Employers are lacking in confidence following the general election and are refusing to move forward with expansion plans, a new poll has revealed.
Of 3,200 firms quizzed in a snap poll by the Federation of Small Businesses, more than half (54%) said they would not take on new staff or introduce new products and services, and 52% admitted they lacked confidence in the economy.
Firms are nervous following the outcome of last week’s election – where none of the parties received a majority to govern the country – which resulted in a hung parliament.
Only yesterday, Gordon Brown announced that he will resign as the Labour Party leader in September, and the political turmoil has left small businesses reeling.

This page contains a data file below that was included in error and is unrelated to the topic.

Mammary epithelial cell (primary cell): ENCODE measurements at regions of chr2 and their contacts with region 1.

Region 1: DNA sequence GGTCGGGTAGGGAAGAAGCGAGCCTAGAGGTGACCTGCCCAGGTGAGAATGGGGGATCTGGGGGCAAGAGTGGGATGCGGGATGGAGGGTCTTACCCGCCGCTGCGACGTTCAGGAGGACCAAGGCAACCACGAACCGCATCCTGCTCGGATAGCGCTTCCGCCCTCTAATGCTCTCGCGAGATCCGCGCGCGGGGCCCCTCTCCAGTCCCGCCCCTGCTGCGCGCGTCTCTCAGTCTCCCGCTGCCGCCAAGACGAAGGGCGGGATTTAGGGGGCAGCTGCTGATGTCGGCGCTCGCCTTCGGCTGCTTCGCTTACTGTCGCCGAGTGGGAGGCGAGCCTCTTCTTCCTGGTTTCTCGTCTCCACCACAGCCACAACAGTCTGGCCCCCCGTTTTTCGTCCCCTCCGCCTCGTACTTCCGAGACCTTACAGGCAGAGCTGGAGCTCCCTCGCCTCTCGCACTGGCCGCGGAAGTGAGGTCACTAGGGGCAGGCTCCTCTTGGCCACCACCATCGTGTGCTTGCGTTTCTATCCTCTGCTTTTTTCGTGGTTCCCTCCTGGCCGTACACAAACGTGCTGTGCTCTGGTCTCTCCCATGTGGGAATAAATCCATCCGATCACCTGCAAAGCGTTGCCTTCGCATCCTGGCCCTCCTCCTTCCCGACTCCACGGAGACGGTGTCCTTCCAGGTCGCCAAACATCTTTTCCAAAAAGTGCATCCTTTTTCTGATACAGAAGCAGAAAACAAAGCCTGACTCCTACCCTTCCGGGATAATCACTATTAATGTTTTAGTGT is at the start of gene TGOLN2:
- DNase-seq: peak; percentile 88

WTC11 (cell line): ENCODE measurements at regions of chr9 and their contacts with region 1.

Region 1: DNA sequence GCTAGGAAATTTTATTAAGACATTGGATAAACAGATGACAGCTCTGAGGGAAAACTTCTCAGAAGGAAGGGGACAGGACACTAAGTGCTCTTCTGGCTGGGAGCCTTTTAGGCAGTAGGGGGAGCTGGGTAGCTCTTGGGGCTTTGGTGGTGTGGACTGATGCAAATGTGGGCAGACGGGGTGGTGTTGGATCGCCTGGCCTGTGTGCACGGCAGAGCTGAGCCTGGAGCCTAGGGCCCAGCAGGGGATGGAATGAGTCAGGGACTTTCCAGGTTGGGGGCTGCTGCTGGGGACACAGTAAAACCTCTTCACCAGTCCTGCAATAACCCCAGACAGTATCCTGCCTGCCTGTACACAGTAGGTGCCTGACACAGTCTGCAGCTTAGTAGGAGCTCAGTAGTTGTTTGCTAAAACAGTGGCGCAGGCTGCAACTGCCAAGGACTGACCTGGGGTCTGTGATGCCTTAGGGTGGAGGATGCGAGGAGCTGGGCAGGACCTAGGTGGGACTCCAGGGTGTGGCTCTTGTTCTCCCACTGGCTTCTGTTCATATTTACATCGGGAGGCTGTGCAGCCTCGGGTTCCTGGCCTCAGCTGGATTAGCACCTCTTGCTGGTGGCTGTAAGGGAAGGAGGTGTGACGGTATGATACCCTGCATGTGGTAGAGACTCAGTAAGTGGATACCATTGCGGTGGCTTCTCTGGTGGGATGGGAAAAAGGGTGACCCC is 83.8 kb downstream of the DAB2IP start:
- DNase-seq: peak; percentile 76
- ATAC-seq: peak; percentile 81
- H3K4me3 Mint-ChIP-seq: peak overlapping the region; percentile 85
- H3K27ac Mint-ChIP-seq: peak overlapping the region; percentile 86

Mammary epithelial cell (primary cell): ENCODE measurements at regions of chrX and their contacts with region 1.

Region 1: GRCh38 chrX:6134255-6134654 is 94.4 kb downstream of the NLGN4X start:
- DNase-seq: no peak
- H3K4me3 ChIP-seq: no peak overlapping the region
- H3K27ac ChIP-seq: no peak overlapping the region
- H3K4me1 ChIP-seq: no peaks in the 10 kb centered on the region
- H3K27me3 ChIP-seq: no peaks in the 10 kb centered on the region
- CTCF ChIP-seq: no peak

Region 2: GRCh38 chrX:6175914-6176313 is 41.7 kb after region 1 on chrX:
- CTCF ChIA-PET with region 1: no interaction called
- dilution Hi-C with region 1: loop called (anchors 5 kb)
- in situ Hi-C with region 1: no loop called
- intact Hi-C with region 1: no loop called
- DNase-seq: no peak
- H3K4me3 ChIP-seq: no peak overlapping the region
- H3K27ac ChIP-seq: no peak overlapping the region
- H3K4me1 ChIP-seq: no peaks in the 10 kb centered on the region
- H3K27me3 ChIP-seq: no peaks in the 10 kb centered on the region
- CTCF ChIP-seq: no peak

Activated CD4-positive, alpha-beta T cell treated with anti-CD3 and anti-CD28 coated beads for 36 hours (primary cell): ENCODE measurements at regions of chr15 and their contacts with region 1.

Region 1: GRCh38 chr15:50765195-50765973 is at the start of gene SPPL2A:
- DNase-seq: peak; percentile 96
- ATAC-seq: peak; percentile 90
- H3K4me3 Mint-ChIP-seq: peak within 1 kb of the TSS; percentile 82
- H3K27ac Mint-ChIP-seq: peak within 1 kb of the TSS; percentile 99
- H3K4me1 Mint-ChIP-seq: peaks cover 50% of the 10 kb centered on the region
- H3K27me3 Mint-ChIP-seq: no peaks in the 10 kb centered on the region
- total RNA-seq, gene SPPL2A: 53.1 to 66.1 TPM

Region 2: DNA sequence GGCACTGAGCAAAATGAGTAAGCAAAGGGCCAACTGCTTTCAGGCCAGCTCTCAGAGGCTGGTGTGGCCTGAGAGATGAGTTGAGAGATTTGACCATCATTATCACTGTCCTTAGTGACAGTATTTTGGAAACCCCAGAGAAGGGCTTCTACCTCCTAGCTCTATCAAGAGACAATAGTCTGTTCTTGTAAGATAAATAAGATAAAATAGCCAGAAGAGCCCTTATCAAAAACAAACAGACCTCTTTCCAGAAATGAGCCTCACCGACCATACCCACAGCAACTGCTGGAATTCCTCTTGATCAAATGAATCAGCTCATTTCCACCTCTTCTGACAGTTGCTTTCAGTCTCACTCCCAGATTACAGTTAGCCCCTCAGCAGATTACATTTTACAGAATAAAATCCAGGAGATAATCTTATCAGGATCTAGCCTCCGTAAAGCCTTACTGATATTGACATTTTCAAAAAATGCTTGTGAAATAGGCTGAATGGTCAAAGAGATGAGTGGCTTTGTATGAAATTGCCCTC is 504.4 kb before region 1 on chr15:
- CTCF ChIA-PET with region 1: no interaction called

Almost half of those polled (49%) are demanding another election in six months, while seven in 10 firms want the incoming government to reduce the Budget deficit, and 52% expect this to be achieved through cuts in public spending. Another 44% want to see the banking system reformed, and 38% want the government to steady the financial markets.
John Walker, national chairman of the Federation of Small Businesses, said: “These figures worryingly show that small firms have lost confidence in the economy following the outcome of the election just as the business community was beginning to recover from the downturn.
“At a time of economic uncertainty, small businesses really need a government – of whatever make up – to get on with the job and set out a plan for dealing with the deficit and returning the UK economy to growth.”
Last month, a British Chambers of Commerce study found 65% of 300 firms were “concerned” or “very concerned” about the potential for a hung parliament. Just 13% thought that the outcome would be a “good thing”.